Awarded to Dr. Patricia Conrod by the University of Montreal thanks to a donation from the Fondation Julien/Marcelle et Jean Coutu.
This research chair aims to understand the impact of adverse childhood experiences and psychosocial stress on neural and psychosocial development. There is an enormous gap between the needs and availability of interventions for youth with living in vulnerable conditions. Children who have come into contact with the child welfare system also rarely receive preventive mental health or substance use interventions, despite their identified risk (Substance Abuse and Mental Health Services Administration, 2009). A systematic review by our team indicated that targeting personality risk factors in cognitive behavioural interventions could be a promising strategy for reducing substance use problems and increasing resilience in this population (Edalati & Conrod, 2017).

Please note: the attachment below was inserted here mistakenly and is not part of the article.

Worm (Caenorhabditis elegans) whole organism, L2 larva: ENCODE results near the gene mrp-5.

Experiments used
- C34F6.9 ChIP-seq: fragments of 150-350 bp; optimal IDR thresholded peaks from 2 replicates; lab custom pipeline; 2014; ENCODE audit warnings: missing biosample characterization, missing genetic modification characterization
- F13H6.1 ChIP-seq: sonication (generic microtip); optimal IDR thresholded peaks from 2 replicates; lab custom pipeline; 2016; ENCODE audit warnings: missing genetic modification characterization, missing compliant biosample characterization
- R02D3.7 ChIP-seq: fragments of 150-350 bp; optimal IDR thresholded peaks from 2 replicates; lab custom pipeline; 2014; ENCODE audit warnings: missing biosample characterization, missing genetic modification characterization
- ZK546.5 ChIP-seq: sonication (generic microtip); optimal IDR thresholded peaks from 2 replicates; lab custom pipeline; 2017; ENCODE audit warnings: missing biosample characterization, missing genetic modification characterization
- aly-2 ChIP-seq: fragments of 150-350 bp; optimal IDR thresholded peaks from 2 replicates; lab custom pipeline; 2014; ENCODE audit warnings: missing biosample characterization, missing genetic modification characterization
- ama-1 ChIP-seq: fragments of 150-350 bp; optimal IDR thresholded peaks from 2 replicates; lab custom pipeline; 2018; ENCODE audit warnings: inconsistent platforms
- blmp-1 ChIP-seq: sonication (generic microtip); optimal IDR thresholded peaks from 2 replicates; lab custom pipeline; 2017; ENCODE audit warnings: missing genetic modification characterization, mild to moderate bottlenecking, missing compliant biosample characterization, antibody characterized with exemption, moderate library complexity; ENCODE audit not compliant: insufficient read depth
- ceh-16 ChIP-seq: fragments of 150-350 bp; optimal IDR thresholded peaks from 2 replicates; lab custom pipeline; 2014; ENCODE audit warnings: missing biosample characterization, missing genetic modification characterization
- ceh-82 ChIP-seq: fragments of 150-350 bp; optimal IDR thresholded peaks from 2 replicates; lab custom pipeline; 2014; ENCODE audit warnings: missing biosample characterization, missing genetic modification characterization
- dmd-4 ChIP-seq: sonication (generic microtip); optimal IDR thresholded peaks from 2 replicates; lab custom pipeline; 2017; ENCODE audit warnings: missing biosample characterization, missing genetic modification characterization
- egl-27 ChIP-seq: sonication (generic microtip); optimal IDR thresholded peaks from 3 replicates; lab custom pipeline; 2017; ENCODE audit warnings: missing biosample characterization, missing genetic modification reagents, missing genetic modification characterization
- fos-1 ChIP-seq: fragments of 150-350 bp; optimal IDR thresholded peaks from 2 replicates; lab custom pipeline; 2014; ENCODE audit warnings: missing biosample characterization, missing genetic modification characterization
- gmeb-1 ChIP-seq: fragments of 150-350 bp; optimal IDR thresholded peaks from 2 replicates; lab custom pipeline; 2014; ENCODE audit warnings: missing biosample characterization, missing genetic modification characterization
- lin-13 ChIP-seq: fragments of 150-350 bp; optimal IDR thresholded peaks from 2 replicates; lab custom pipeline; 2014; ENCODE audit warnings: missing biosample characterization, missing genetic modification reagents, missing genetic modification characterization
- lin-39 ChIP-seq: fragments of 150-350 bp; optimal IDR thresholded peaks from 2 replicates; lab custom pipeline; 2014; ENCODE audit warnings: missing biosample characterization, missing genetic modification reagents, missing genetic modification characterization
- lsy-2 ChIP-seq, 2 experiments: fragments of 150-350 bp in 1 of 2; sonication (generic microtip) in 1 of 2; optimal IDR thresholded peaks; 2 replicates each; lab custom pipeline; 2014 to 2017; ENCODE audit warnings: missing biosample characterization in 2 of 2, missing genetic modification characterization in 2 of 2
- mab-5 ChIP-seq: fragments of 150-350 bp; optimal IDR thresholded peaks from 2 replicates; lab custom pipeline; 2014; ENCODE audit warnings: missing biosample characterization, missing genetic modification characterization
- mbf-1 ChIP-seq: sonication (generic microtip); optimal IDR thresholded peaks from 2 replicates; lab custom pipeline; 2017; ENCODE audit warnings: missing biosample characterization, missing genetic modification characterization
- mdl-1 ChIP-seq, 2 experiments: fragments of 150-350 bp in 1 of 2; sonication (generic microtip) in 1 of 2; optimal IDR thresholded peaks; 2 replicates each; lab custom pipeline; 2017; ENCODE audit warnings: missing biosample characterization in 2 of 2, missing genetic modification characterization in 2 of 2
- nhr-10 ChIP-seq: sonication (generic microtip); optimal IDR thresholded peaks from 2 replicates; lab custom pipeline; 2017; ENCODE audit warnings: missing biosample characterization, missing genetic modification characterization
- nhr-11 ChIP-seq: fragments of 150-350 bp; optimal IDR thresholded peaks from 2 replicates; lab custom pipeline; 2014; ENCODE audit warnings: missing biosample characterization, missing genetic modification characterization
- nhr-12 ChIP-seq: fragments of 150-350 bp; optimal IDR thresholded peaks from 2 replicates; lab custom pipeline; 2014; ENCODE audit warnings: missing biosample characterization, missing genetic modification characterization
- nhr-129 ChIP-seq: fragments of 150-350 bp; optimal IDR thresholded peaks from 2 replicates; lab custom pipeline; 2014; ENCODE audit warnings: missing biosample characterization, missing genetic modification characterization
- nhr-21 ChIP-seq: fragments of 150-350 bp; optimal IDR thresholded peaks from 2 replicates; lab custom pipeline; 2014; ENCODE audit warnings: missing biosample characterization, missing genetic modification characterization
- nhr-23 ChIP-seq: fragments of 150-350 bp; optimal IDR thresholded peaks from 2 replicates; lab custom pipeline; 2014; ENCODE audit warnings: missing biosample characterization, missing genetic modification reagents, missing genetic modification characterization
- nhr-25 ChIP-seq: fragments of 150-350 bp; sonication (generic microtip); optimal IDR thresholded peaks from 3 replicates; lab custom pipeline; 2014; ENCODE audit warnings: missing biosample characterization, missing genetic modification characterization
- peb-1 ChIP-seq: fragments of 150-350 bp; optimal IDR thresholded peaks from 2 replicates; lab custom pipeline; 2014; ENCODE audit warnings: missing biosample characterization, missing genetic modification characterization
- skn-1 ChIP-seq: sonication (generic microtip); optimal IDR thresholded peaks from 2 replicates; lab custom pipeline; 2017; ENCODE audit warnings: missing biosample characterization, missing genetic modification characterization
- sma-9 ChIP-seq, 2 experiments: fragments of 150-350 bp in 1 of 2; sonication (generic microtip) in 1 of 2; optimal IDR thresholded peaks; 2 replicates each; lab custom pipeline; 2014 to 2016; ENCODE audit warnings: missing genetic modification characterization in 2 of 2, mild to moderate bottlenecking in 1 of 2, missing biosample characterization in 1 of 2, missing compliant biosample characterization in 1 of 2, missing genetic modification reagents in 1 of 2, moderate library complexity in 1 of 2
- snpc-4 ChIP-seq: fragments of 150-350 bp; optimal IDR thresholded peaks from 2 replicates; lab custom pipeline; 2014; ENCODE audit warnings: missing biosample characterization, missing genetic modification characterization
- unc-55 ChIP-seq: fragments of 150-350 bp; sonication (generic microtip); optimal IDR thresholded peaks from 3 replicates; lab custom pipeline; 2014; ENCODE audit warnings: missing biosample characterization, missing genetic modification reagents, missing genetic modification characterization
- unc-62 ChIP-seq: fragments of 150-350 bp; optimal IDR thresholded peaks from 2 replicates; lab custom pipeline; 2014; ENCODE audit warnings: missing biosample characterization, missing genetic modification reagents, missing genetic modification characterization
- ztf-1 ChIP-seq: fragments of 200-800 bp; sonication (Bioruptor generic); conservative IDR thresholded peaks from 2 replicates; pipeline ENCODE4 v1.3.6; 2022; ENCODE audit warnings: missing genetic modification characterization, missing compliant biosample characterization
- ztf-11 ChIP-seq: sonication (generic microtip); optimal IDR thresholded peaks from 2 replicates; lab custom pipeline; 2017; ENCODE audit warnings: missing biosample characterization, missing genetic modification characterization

This research chair will support a number of studies focusing on innovative intervention strategies for children and youth living in adverse conditions.
For the Well-Venture Study, adolescents were recruited from Batshaw Youth and Family Centres (N = 100, aged 14 to 17). Adolescents were invited to receive two brief group-based intervention sessions which target their dominant personality profile. Adolescents were assessed before and after receiving the interventions (3-month and 6-month intervals) to examine the effects of interventions on reduction of substance use problems and improving the mental health outcomes.